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Primary Care Proposed Solutions To The Physician Shortage Without Training More Physicians

Author: Thomas S. Bodenheimer, Mark D. Smith
$15.00

The adult primary care “physician shortage” is more accurately portrayed as a gap between the adult population’s demand for primary care services and the capacity of primary care, as currently delivered, to meet that demand. Given current trends, producing more adult primary care clinicians will not close the demand-capacity gap. However, primary care capacity can be greatly increased without many more clinicians: by empowering licensed personnel, including registered nurses and pharmacists, to provide more care; by creating standing orders for nonlicensed health personnel, such as medical assistants, to function as panel managers and health coaches to address many preventive and chronic care needs; by increasing the potential for more patient self-care; and by harnessing technology to add capacity.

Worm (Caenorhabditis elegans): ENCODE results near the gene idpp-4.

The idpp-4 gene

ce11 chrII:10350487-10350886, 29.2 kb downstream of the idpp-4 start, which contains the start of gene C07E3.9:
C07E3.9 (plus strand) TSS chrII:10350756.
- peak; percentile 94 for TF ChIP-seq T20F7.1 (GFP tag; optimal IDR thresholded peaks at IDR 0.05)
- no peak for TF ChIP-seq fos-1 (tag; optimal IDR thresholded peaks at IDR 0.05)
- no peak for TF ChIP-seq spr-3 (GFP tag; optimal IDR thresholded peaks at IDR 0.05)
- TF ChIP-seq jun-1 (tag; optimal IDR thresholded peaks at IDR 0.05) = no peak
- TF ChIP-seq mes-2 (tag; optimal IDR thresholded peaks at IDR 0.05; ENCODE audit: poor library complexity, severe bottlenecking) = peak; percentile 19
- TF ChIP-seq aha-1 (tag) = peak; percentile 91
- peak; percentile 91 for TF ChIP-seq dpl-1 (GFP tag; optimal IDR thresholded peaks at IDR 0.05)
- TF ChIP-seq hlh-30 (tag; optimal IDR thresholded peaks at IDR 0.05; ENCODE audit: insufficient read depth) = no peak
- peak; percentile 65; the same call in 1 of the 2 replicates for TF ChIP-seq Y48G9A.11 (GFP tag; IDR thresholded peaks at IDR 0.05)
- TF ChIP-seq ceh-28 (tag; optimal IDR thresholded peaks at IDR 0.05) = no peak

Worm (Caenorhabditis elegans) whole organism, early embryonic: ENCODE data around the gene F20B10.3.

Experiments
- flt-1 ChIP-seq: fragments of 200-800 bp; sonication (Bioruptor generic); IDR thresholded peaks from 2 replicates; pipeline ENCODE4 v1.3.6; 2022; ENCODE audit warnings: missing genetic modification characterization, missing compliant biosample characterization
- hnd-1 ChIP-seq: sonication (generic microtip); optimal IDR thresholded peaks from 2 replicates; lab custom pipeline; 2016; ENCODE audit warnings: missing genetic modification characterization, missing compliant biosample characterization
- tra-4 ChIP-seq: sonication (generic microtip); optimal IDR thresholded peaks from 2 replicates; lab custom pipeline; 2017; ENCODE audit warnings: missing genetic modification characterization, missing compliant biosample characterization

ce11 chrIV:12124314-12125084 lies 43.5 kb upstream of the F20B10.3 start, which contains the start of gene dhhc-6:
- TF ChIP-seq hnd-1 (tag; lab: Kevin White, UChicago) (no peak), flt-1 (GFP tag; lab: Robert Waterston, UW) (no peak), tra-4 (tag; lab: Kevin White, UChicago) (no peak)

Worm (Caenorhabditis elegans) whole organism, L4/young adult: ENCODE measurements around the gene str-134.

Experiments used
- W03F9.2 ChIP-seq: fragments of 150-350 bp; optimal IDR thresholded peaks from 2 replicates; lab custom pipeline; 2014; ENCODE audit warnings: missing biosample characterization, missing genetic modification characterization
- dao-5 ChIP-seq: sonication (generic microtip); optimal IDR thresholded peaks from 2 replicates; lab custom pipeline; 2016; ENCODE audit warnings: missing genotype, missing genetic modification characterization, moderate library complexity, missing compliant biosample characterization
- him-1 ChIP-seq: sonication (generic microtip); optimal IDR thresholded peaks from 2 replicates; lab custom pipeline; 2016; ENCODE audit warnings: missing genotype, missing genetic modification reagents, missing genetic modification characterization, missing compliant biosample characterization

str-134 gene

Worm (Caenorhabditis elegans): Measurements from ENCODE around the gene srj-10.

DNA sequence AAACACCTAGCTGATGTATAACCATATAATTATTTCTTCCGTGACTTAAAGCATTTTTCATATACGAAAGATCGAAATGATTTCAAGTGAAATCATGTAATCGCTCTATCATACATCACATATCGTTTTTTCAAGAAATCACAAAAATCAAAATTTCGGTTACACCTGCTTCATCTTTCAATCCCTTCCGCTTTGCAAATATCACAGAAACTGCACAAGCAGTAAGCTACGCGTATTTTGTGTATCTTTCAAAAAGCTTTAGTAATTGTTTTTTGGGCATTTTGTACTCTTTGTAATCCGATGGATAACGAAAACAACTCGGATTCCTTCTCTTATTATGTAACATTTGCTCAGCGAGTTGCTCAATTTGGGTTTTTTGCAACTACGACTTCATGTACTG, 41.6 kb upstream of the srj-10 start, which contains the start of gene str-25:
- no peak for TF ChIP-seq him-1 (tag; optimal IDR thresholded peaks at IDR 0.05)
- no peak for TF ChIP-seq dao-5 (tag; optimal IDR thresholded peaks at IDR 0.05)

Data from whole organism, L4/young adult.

The adult primary care “physician shortage” is more accurately portrayed as a gap between the adult population’s demand for primary care services and the capacity of primary care, as currently delivered, to meet that demand. Given current trends, producing more adult primary care clinicians will not close the demand-capacity gap. However, primary care capacity can be greatly increased without many more clinicians: by empowering licensed personnel, including registered nurses and pharmacists, to provide more care; by creating standing orders for nonlicensed health personnel, such as medical assistants, to function as panel managers and health coaches to address many preventive and chronic care needs; by increasing the potential for more patient self-care; and by harnessing technology to add capacity.

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